I don’t like the the term “Change Management.” I think it is an oxymoron. Management implies control. Change implies chaos. These are diametric opposites. Change is unpredictable. I think this implicit conflict between wanting change and wanting to stay in control is the reason that changing an organization is so difficult.
I believe you can lead change, inspire change or unleash change. IMHO, trying to manage change means you will fail. ( See also The Deadliest Sin of Change Leadership ).
What does this difference mean for change managers?
I was once recommended a video on change management, and the essential message was understanding how people react to change based on the Kübler-Ross Model, better know as the five phases of grief. My first reaction was WTF!? But then I realized this kind of reaction is a) probably quite widespread, and b) a consequence of one group people doing the thinking (“managers”), and another group having to execute and/or suffer the consequences of that decision.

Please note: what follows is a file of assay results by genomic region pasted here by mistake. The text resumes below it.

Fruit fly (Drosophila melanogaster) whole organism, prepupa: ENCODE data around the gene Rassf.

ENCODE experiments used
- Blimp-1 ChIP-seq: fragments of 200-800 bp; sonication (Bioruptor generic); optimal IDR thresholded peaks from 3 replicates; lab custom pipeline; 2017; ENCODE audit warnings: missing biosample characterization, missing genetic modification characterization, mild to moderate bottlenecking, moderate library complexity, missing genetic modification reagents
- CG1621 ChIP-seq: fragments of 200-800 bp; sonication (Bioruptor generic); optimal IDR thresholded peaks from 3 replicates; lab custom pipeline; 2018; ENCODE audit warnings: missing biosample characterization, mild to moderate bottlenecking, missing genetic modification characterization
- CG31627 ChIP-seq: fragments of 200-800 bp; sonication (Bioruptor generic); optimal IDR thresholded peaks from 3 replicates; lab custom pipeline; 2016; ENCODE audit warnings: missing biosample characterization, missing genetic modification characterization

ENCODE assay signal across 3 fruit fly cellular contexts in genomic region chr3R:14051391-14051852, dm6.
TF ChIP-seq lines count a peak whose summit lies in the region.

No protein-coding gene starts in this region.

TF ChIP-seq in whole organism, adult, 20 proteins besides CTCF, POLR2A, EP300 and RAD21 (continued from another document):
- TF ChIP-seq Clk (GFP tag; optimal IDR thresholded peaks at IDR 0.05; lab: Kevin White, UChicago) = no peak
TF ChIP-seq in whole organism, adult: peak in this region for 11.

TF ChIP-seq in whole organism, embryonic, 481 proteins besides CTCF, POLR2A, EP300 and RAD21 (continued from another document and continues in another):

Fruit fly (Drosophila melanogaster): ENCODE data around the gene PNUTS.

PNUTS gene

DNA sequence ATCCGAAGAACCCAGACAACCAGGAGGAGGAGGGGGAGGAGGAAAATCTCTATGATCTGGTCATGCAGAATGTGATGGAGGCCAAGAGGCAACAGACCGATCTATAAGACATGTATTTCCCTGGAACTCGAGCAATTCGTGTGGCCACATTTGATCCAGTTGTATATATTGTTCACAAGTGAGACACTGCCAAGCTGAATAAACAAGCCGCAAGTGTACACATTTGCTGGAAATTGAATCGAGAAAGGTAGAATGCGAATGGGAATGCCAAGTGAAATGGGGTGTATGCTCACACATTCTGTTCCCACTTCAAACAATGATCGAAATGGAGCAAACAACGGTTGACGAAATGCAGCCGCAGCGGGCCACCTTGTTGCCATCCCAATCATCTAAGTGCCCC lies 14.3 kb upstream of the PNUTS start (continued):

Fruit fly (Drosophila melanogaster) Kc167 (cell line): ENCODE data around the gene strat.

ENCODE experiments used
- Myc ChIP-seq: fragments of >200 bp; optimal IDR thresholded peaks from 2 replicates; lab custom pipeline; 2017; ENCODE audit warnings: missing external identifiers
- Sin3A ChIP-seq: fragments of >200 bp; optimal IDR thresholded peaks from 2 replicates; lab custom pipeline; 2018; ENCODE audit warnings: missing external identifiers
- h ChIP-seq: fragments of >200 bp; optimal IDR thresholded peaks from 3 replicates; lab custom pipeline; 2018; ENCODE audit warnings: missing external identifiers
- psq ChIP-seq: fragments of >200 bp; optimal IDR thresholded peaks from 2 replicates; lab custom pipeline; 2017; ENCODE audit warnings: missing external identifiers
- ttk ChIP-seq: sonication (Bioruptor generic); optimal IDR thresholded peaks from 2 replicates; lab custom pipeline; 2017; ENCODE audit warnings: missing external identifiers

Why is change so difficult to do? Because the way most people go about it provokes a series of responses that begin with denial and anger and end most likely with resigned acceptance. Unless the change initiative dies first. Can this be a promising strategy?
When teaching and coaching change, I draw primarily on three sources:
If you want to lead a change in your organization, check out my Master Class Workshop: Scrum, Vision and Team Performance. You learn to apply these approaches while improving the effectiveness of your Scrum and Kanban Teams.
What is the role of management? To lead change. To inspire change. To bring problems to the people who can solve them. I like the phase change leadership much better than change management, because leadership implies inspiration. Inspired leadership catalyzes lasting change all the time.